This can be as simple as putting your prospect’s name in the subject line:

“Hey _____, We have your social media report for you.”

Personalization will make your clients feel like you care, and you can demonstrate this by recommending new products to them based on the products/services they already sell, or recommending content to them based on their interests.

#8 Frequency & Quantity

If you’re sending 80,000 emails at once, you’re doing something wrong.

Studies show that 57% of people say getting too many emails from a sender will cause them to mark the content as spam. It’s best to send emails in smaller waves.

It’s the same idea with frequency, you don’t want to be flooding your clients inbox with too many emails over a short period of time, or it may cause them to unsubscribe. Ensure you are only sending them emails that relate to them or will be of interest to them (whether that is promotional emails, content guides, new products, etc.), and that should help you determine which frequency is best.  

As a guideline, if you are sending product adoption or product upsell campaigns, you can be sending around three emails/week, but if you are sending customer acquisition campaigns, try and stick to only one email/week.

#9 Avoid Being Spam-y

If you’re having trouble with your emails always being marked as spam, it could be any number of things. However, spam usually falls into one of two areas: either the email domains are recognizing you as spam, or, your audience is sending your emails to their spam folder.

There are a few guidelines regarding the content of your email that will reduce your chances of being marked as spam.

spam

Subject line wording

When your audience reads your subject line, they create a picture of what the content of the email will entail. Where the issue arises is when your content doesn’t match what the audience believed it would. Your audience will see that as a deceptive subject line, and likely mark you as spam, or even unsubscribe if they are really annoyed.

Too much colored text

Avoid using too much colored text as it’s a signal to spam filters of potential spam.

Over-use of caps lock

Caps lock is in the same category as colored text, it’s often used to make content stand out and grab the attention of the audience, hopefully persuading them to open it. If you have quality valuable content, you won’t need to use caps lock to grab their attention.

Exclamation points

Avoid too many exclamation points, especially in subject lines. These are similar to using caps lock—you’re trying too hard to grab attention. Craft a creative and eye-catching subject line, and you won’t have to make up for it with extras.

You’re using attachments

Using attachments in your emails make spam filters believe that you are spamming your audience. Instead, try using links as a great alternative!

Low open rates

Receiving email domains can identity when people are not opening your emails. If you have low open-rates, then you have the potential to be spamming people. An averagely successful email campaign will sit around a 15-25% open rate (try to aim for around 18% to be successful). Constantly monitor your open-rates, and if they are fairly low, alter your content.

Too promotional

Being too promotional will get you flagged for spam fairly quick. Don’t email people telling them your products are 90% off right now because, first of all, they probably aren’t, and second, you’ll get flagged as spam very quickly. These are regular, everyday people you are emailing, so try being more casual and conversational, as if you’re speaking to them in person.

Don’t be alarmed, we’re about to get technical.

There is more to spam then colored text and caps lock. Your email address needs to be supported by the domain through SPF records and DKIM records.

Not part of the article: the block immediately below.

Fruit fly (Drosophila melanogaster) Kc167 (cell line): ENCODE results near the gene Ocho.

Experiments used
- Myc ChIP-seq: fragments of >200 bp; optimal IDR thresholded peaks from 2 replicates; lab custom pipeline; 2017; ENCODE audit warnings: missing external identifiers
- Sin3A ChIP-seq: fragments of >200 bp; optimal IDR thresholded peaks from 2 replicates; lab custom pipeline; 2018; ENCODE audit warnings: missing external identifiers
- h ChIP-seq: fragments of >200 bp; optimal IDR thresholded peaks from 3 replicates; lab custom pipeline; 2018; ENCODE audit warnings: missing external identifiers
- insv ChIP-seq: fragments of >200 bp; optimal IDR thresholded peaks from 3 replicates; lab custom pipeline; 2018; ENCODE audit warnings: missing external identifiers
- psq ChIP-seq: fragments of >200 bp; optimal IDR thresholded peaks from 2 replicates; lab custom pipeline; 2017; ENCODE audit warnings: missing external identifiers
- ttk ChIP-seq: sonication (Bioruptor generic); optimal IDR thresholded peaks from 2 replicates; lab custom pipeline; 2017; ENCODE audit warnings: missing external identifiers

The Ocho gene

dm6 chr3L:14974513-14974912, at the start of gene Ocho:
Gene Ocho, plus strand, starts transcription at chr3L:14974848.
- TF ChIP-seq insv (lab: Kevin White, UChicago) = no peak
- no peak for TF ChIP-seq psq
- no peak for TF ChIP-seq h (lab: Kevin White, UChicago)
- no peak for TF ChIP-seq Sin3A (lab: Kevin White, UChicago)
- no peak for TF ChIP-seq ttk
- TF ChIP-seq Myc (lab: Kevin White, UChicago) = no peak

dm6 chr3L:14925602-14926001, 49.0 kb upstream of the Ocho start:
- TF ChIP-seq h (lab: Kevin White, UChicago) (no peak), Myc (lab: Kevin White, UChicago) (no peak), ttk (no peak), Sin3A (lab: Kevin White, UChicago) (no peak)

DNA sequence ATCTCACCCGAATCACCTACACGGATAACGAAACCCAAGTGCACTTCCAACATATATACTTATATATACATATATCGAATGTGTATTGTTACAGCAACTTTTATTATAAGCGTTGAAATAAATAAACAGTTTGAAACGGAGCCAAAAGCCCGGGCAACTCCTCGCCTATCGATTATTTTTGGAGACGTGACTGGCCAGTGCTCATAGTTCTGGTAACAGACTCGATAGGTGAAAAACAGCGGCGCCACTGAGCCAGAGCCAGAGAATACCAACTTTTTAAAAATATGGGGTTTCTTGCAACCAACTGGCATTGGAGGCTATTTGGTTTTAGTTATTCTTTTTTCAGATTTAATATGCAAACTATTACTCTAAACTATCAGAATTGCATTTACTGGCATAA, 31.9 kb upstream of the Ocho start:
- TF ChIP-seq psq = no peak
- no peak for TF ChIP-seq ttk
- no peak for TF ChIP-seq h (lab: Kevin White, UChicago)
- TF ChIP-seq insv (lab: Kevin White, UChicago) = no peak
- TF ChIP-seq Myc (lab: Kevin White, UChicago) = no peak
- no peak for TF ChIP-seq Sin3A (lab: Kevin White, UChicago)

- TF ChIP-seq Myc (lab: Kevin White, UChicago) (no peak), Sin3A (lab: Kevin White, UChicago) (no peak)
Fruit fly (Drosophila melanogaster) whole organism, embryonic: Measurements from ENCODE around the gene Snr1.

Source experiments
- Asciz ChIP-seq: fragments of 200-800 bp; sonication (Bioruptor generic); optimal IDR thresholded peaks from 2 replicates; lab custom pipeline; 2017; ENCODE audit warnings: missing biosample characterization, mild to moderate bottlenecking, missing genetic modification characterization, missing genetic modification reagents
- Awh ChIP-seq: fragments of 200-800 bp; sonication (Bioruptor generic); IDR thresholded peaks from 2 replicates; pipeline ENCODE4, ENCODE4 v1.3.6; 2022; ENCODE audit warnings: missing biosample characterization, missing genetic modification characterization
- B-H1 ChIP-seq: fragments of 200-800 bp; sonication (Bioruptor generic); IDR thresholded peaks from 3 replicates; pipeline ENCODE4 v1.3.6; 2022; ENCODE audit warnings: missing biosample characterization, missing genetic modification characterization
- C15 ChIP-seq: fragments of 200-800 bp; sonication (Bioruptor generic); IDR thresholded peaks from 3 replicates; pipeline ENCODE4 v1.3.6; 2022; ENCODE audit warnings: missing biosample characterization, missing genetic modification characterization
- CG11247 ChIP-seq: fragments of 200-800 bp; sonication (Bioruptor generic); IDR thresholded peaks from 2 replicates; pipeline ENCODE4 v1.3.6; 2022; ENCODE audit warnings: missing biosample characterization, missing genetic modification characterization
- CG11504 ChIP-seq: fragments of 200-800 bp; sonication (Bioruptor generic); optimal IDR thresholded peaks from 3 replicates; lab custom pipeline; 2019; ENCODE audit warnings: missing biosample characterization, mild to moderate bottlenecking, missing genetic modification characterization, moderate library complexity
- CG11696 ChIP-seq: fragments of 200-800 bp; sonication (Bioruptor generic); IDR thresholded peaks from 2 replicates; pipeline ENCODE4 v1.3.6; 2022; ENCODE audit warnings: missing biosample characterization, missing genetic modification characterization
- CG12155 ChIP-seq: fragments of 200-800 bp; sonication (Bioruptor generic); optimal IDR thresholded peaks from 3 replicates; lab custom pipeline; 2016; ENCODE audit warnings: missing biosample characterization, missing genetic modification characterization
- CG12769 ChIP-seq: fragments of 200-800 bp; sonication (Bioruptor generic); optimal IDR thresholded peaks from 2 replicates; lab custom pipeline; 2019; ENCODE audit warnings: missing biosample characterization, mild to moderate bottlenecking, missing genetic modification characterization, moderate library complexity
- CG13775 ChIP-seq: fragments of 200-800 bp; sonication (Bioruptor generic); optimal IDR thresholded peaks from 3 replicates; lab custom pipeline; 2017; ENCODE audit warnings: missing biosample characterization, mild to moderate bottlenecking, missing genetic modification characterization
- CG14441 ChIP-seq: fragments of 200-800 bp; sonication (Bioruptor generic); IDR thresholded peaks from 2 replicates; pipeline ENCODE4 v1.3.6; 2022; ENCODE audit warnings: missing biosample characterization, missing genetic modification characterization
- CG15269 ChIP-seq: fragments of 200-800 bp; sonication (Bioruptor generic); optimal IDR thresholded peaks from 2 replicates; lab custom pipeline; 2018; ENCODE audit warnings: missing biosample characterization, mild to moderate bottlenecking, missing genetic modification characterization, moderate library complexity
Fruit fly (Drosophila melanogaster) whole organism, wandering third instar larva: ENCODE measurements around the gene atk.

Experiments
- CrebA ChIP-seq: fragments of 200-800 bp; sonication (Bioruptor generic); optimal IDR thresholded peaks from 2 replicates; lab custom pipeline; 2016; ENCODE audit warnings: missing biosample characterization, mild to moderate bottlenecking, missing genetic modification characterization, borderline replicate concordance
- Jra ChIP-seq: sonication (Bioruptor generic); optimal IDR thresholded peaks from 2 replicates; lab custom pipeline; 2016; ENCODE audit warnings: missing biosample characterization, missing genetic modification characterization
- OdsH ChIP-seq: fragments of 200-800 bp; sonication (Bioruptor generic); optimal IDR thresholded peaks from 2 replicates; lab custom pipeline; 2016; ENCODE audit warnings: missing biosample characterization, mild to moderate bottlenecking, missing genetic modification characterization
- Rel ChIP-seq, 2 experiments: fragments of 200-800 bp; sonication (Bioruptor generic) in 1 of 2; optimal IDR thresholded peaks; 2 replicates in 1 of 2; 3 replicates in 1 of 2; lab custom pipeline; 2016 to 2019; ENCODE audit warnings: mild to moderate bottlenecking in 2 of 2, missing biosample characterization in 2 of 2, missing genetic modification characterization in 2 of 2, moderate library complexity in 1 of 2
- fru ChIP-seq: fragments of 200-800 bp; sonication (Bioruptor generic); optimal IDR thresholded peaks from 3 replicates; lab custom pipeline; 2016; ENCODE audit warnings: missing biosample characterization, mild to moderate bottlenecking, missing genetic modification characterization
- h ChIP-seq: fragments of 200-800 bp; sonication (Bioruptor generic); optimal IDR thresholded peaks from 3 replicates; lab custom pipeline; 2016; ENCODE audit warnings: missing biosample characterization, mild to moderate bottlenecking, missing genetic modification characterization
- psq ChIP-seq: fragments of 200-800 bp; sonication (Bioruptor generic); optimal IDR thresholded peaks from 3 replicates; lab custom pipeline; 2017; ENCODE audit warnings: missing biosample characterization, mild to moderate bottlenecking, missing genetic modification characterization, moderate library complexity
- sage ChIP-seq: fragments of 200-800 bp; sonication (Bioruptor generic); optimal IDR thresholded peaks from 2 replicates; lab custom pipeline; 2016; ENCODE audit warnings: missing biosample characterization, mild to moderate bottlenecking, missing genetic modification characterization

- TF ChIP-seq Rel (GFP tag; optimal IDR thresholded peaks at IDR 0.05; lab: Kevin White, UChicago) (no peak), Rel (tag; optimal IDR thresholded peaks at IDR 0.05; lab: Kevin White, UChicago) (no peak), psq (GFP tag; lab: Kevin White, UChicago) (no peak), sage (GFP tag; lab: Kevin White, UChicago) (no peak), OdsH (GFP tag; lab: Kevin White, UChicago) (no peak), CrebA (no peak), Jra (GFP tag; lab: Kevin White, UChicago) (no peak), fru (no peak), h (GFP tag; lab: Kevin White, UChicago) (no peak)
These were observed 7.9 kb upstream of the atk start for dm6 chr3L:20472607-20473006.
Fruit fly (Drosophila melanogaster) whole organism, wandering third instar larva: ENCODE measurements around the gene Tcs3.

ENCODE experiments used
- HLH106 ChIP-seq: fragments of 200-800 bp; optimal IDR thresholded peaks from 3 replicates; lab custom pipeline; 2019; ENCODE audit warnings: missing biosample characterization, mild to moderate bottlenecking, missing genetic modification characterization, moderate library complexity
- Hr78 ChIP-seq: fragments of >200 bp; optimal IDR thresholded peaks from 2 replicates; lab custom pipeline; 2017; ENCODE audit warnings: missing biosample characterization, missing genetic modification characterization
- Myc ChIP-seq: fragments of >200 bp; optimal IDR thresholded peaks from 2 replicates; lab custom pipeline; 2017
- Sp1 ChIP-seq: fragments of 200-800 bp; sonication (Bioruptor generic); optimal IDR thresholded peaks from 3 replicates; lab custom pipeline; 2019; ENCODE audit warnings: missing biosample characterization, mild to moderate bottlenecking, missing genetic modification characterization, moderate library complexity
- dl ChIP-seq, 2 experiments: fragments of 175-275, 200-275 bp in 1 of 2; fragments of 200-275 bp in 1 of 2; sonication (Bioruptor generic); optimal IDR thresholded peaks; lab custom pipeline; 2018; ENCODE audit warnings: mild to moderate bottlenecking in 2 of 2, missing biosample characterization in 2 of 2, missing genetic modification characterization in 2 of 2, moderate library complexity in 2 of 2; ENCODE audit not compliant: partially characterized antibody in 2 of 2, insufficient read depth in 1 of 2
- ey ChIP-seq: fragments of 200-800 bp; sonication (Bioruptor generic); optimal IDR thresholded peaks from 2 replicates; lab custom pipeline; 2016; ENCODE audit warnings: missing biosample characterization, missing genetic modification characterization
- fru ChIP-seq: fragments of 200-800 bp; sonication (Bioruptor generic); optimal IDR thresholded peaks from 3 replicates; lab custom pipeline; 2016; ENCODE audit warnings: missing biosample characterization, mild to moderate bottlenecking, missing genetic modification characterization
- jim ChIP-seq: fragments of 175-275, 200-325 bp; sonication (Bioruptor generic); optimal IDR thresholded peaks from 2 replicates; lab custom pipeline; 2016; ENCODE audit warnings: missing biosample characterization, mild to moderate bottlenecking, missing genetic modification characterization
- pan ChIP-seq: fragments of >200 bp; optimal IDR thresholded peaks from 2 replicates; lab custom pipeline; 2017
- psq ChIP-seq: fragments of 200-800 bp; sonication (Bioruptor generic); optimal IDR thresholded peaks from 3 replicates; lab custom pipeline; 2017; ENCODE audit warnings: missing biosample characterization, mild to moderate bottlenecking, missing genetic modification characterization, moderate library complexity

What is that, you ask?  

SPF Records

A Sender Policy Framework (SPF) is an email authentication standard developed by AOL that compares the email sender’s actual IP address to a list of IP addresses authorized to send mail from that domain. The IP list is published in the domain’s DNS record.

The receiving domain looks at your SPF records and checks if you have permission to send emails from your domain, and if you do not, this can cause issues in email delivery, mark it as spam, or flag it. You can tackle this issue by clicking the link to set up your SPF record with SendGrid!

DKIM Records

A Domain Keys Identified Mail (DKIM) record will help you protect your domain from spamming and phishing. DKIM will validate a domain name associated with a message, proving your authentication.  

DKIM records and SPF records work together to allow your domain to send emails problem-free. Having them both, rather than just one of them, will increase your delivery rates and lower your chances of being flagged as spam.

Click here to create your DKIM record!

 

#10 Track Your Performance

Accountability is key. Analyzing your data will help in determining the success of your campaigns. Your open-rate will help to analyze your subject line effectiveness, and your click-to-open rate will determine the effectiveness of your content.

Open-rate→ Percentage of people who opened the email out of the total number of recipients

Click-to-open rate→ Percentage of people who clicked on a link in the email out of the recipients who opened the email.

Keep an eye on specific accounts that are currently on the campaign. Track statistics for each individual email, including number delivered, sent, and on deck (the number of prospects to receive that email next).

The click-through rate isn’t the best indicator of your campaign performance. By using click-to-open rate, you are seeing out of all the people who opened your email, who wanted to click-through and read more. The reason click-through rate isn’t as effective, is because it calculates a click percentage based on all of the people you sent the email to, not just the ones who opened it. This means that people who never even opened your email or saw it in their inbox, would be included in that metric.

If you are measuring who clicked-through, you’re going to want to only look at who actually opened it, as that is a more accurate metric to analyze the content of your email.

Conclusion

Whether you are a new agency or you simply need an email refresher, this checklist is a great guide to a successful email campaign. Using this checklist will save you from wasting your time crafting mediocre emails when you could be focused on the growth of your business!